This is a pretty interesting film…

At about five minutes into the above video, we see a schoolboy named Hans in Germany being taught about a fox hunting and killing a rabbit. Everyone in the class is all about the fox killing the rabbit except the little boy, who expresses sympathy for the creature. He’s ostracized and ridiculed for having a different viewpoint, so under tremendous peer pressure, he eventually loses his natural regard for the rabbit and joins his classmates in their bloodthirsty enthusiasm for killing. The narrator says sarcastically, “Hans has now come around to the ‘correct’ Nazi way of thinking.”

Now, I am not in any way comparing what happened to me to Naziism. What I’m trying to point out is that respectful discussions and sharing different perspectives are good things. It’s useful and helpful to talk about different views. I see nothing wrong with recognizing something good in someone’s actions, even if that person has been “canceled” or is not politically correct or popular. Like I said, I don’t think there are too many people who are truly all good or all bad. I do think “all bad” people exist, but my opinion is that there are very few of them. And a person should have the chance to redeem themselves, if they can. It’s not a good thing for someone to go through life being hated by everyone.

I also think hating people takes a lot of energy. There are a couple of people in the world that I can honestly say that I legitimately have no regard for at all. I have my personal reasons for feeling that way about them, though, and I don’t expect others to feel the same way I do. Having negative feelings about those people who actually harmed me in a personal way already takes a lot of energy. I don’t have the energy to spare to also hate politicians with whom I disagree. Trump, of course, is a different matter. I probably do legitimately hate him, and I make no apologies for that. But I’m not going to kick people out of my life for disagreeing with me. If I did that, I’d never speak to my family again.

My former friend apparently loathes Mike Pence. She has her reasons for loathing him. I probably even agree with her for feeling the way she does. But prior to the other day, it was not something we’d ever discussed. I can’t say we really discussed it the other day, either, since she quickly got pissed off and split. She just expected me to share her view and canceled me when I didn’t. Or, at least that’s what I concluded, since she didn’t talk to me about what had upset her so much. And I was left realizing that this person I had once respected, and had even told that I respected, had no respect whatsoever for me.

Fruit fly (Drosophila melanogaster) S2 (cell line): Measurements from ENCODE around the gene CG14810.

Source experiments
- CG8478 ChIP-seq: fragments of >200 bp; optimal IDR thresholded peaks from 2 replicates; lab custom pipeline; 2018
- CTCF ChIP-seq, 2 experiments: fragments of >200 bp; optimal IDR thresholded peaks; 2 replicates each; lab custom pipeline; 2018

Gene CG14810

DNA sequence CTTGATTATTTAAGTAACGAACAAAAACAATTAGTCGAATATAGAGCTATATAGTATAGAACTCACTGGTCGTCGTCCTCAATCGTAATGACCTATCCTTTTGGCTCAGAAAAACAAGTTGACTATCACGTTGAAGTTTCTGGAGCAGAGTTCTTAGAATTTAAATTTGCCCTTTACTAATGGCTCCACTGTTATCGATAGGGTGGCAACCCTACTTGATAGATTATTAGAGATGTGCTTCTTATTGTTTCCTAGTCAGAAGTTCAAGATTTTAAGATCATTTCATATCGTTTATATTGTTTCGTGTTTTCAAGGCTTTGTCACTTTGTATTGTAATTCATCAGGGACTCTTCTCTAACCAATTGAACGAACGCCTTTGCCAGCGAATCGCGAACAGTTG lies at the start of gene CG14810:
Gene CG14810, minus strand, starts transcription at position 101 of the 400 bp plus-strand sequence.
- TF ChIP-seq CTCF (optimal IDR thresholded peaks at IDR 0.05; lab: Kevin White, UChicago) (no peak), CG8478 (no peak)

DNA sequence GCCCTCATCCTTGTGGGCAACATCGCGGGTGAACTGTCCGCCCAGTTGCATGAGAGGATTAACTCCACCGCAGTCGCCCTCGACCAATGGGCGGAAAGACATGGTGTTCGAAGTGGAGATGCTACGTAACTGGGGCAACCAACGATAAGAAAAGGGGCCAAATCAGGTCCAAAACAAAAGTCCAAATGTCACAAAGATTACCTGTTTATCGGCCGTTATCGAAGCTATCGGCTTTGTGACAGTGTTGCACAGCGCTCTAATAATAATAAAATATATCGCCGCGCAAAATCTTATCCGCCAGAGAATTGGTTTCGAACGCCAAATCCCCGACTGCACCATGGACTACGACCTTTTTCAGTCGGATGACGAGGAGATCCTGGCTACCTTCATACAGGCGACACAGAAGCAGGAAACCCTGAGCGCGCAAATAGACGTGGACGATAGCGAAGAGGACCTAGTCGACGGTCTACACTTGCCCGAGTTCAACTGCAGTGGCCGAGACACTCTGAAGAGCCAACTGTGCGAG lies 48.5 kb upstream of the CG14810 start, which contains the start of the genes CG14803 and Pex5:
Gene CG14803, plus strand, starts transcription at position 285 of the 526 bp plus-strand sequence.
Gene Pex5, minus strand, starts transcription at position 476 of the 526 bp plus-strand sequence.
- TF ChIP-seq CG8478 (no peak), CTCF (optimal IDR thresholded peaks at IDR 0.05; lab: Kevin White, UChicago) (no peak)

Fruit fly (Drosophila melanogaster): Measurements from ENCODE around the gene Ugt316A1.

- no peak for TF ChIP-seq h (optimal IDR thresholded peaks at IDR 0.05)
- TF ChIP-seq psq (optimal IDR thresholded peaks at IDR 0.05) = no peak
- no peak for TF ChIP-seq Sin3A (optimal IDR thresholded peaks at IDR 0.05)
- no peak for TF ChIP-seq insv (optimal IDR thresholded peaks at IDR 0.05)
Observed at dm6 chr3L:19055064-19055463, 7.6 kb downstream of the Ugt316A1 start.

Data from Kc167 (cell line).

I know some people will tell me I’m too sensitive. In fact, when I posted a thought about this situation, I got a comment from someone who acted as an apologist and gave me advice. Advice was not really what I was seeking, though. What I was doing was requesting that those who are too immature to have a respectful discussion to go ahead and unfriend me now. Because that’s not how I “do” real friendship– at least not with people I actually know and care about offline. And I am not going to let anyone tell me how to think or what I can or can’t say. I’d rather have fewer real friends than a bunch of fakes clogging up my feed.

If I want to commend Mike Pence for following the law and showing dignity at the inauguration, that should be my privilege, especially on my space. Real friends will let me say that and have a rational and respectful discussion if they disagree with me. They won’t flip their hair, call me names, or cancel me for voicing my opinion. And if that’s the kind of person you are, as my ex friend said, “count me out.”

In other news… yesterday, we found out Arran has a mast cell tumor. He has to have surgery on Monday. Here we go again.

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complaints, condescending twatbags, modern problems, musings

This blog SUCKS.

Years ago, I used to listen to a lot of comedian George Carlin’s old comedy albums on cassette tapes. I can’t remember exactly where I bought them. I think I might have bought the first one at Ames, a discount department store that had an outlet near my home in Gloucester, Virginia. I remember I paid about $7 for it, and thought that was a lot of money. I kept buying George’s albums, though, because he was a genius, and because I related so much to his routines.